I’m back from South Korea! Actually, what I truly mean is, I’m back from South Korea. 😦
Nathan and I stayed in Gangnam, and we spent time in Myeongdong, Insadong, Gwanghwamun, Soondae, and Jamshil. We were outside of the city as well in Yongin, Gyunggido.
Seoul is a food city. Cuisine steeped deep in tradition, Koreans love their fresh, pickled, and fermented veggies, meat, seafood, noodles, rice, and spice. You can’t go anywhere without a plethora of delicious options right at your feet. Local little eateries line up and are smushed side by side down tons of vibrant side streets and alleyways. The main streets have more variety of food from foreign cuisines. Street food is everywhere and cheap (although not Penang cheap). Oh, and coffee shops? Do you like coffee? Because in Seoul, there is no escape. They are everywhere, and they will haunt you.
I don’t even know where to start. I’m getting overwhelmed as we speak, trying to figure out how to go at this without incessant excited rambling and bombardment of 200 photos!
Let’s start off with food from the restaurant Donwoori, located in Soondae! It is one of my favorite Korean barbecue places to eat at. (It’s not just because my cousin runs it with the owner, who is also his best friend.) This restaurant is all about pork and delicious food! The service is great here too.
Korean barbecue is a staple in the culture here. In nearly every restaurant there are grills installed right onto the table top, or stove ranges for simmering food in shallow woks or cooking meat on metal domes. You order various choices and cuts of meat, usually pork or beef. Served with a bunch of banchan, which are various side dishes, you grill your meat, pile it up in fresh healthy greens, and choose how to top it off before you wrap it all up and shove it in your mouth. That’s sangchu ssam. Of course you also have your savory stews, water spinach, palette cleansing and heat calming soups, egg omelet cooked in pots, fish cake, tofu, salads, kimchi kimchi and more kimchi. And that’s maybe just half of them!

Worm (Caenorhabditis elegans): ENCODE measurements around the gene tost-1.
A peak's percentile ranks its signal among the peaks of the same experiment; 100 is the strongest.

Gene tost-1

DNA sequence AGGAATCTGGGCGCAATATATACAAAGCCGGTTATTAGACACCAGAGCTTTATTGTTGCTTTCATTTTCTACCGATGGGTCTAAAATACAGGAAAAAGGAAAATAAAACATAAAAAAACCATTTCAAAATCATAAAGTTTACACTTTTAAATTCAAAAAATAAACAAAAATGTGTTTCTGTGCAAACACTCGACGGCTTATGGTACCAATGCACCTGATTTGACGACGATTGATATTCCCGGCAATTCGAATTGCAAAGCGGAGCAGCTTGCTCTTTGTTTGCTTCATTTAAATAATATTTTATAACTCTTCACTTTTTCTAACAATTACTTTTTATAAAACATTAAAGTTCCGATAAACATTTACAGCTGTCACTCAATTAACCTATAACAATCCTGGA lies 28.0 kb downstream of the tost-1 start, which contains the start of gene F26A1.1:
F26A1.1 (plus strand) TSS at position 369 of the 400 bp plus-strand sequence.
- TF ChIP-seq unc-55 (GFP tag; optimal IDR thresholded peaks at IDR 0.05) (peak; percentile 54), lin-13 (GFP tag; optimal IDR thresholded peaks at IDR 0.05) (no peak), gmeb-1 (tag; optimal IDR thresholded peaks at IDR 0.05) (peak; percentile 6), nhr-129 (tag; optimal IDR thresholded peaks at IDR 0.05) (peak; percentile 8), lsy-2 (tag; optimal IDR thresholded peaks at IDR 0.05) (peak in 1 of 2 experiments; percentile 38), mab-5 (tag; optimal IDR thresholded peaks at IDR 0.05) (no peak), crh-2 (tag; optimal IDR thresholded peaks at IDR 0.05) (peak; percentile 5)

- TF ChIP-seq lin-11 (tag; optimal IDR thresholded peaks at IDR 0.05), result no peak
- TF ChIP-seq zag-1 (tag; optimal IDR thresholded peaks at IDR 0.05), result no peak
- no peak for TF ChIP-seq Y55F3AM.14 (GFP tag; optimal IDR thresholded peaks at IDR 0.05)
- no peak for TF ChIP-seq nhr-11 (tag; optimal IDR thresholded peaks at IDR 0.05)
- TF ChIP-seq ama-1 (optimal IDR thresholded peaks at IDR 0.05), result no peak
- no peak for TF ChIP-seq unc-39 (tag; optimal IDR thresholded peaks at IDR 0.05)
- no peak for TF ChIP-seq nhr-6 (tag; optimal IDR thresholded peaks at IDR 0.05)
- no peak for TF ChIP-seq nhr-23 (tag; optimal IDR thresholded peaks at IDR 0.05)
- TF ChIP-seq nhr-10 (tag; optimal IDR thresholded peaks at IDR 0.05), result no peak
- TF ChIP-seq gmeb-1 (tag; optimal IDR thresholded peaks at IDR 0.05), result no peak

I like to assemble mine with fresh lettuce, steamed rice, fatty meat, fresh hot peppers, raw garlic, and gochujang (red chili sauce that Koreans put in everything).
Fish cake up top and sweet potato at the bottom. Have you ever had Asian varieties of sweet potato before? Oh man, you’re missing out if you haven’t. I grew up with my mother just steaming them whole, peeling them like a banana and eating them plain.
Another one of my favorites! I love jjigae and this may come as a shock to you, but I just have to eat this with rice.
I was very surprised at how good this was. I was expecting it to be like Japan’s Chawanmushi, but I liked this much more. Light, fluffy, and more flavorful than I expected.
My cousin made this dish, and I just want to note that it was a big hit!
Now onto other places and foods.
This is one of my favorite Korean dishes, if not my favorite. Eat it with rice, and it’s one of the best things in the world.
I love mool naengmyun. I could eat it all year round, even though this is a dish that is popular in the summer time. I don’t care, I want it right now. I like adding hot mustard and more vinegar to mine, but it’s delicious as it comes as well!
What are we looking at here? The creamy looking white substance in those bowls is Makgeoli! Soju isn’t the only alcoholic beverage from Korea. Made from rice or wheat, this lightly sweet and slightly carbonated beverage was my favorite to imbibe with. It is usually drank from bowls.
There are so many different types of jeon, which are Korean pancakes. These dishes were so fun and delicious! I grew up loving these, and I believe jeon might quite possibly be Nathan’s favorite food from our trip. For Koreans, jeon and makgeoli go hand in hand!
Yes, Pyongyang. We went to a restaurant that served North Korean dishes, and I was really happy to be able to experience that.
Baekseju, not to be confused with soju, will help you live to a hundred years!
Holy cow that was a stupidly long post, wasn’t it? And I’m not even finished yet! My part two will entail Korean street food, a famous food market, and foreign cuisine. Until then.